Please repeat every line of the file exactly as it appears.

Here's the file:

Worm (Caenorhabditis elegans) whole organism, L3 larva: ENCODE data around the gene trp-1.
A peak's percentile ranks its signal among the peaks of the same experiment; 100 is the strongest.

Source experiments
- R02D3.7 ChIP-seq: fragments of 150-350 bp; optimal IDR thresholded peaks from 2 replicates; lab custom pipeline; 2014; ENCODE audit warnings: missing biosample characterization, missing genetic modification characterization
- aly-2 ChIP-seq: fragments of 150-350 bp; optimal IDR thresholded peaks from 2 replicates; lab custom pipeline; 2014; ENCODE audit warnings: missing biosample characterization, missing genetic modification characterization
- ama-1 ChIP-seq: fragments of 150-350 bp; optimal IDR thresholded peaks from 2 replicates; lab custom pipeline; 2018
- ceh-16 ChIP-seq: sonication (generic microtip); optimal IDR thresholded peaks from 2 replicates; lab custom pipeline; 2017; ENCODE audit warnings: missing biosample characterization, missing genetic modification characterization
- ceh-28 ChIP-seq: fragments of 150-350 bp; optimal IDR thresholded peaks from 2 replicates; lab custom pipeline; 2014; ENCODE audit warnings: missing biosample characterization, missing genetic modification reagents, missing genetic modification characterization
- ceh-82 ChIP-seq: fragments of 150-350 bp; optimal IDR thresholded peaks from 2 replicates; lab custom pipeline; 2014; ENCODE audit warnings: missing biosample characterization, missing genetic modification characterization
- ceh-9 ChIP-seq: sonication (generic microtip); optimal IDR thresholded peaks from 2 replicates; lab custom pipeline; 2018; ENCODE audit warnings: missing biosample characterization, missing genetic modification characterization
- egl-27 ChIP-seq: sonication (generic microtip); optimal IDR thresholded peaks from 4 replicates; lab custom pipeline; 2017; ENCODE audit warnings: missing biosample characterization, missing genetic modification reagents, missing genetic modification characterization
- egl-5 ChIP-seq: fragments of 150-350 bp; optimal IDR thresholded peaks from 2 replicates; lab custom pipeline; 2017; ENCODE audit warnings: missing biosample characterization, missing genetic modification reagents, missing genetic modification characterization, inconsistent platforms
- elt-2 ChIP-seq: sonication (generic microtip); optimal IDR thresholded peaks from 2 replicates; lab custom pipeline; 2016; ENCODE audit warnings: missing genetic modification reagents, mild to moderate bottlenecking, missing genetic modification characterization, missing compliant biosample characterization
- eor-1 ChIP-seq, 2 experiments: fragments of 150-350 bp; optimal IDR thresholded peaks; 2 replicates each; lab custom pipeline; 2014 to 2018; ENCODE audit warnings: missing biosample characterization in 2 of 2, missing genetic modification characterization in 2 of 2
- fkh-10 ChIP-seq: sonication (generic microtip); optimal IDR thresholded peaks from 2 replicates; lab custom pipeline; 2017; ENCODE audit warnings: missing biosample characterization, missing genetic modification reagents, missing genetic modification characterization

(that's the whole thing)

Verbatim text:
Worm (Caenorhabditis elegans) whole organism, L3 larva: ENCODE data around the gene trp-1.
A peak's percentile ranks its signal among the peaks of the same experiment; 100 is the strongest.

Source experiments
- R02D3.7 ChIP-seq: fragments of 150-350 bp; optimal IDR thresholded peaks from 2 replicates; lab custom pipeline; 2014; ENCODE audit warnings: missing biosample characterization, missing genetic modification characterization
- aly-2 ChIP-seq: fragments of 150-350 bp; optimal IDR thresholded peaks from 2 replicates; lab custom pipeline; 2014; ENCODE audit warnings: missing biosample characterization, missing genetic modification characterization
- ama-1 ChIP-seq: fragments of 150-350 bp; optimal IDR thresholded peaks from 2 replicates; lab custom pipeline; 2018
- ceh-16 ChIP-seq: sonication (generic microtip); optimal IDR thresholded peaks from 2 replicates; lab custom pipeline; 2017; ENCODE audit warnings: missing biosample characterization, missing genetic modification characterization
- ceh-28 ChIP-seq: fragments of 150-350 bp; optimal IDR thresholded peaks from 2 replicates; lab custom pipeline; 2014; ENCODE audit warnings: missing biosample characterization, missing genetic modification reagents, missing genetic modification characterization
- ceh-82 ChIP-seq: fragments of 150-350 bp; optimal IDR thresholded peaks from 2 replicates; lab custom pipeline; 2014; ENCODE audit warnings: missing biosample characterization, missing genetic modification characterization
- ceh-9 ChIP-seq: sonication (generic microtip); optimal IDR thresholded peaks from 2 replicates; lab custom pipeline; 2018; ENCODE audit warnings: missing biosample characterization, missing genetic modification characterization
- egl-27 ChIP-seq: sonication (generic microtip); optimal IDR thresholded peaks from 4 replicates; lab custom pipeline; 2017; ENCODE audit warnings: missing biosample characterization, missing genetic modification reagents, missing genetic modification characterization
- egl-5 ChIP-seq: fragments of 150-350 bp; optimal IDR thresholded peaks from 2 replicates; lab custom pipeline; 2017; ENCODE audit warnings: missing biosample characterization, missing genetic modification reagents, missing genetic modification characterization, inconsistent platforms
- elt-2 ChIP-seq: sonication (generic microtip); optimal IDR thresholded peaks from 2 replicates; lab custom pipeline; 2016; ENCODE audit warnings: missing genetic modification reagents, mild to moderate bottlenecking, missing genetic modification characterization, missing compliant biosample characterization
- eor-1 ChIP-seq, 2 experiments: fragments of 150-350 bp; optimal IDR thresholded peaks; 2 replicates each; lab custom pipeline; 2014 to 2018; ENCODE audit warnings: missing biosample characterization in 2 of 2, missing genetic modification characterization in 2 of 2
- fkh-10 ChIP-seq: sonication (generic microtip); optimal IDR thresholded peaks from 2 replicates; lab custom pipeline; 2017; ENCODE audit warnings: missing biosample characterization, missing genetic modification reagents, missing genetic modification characterization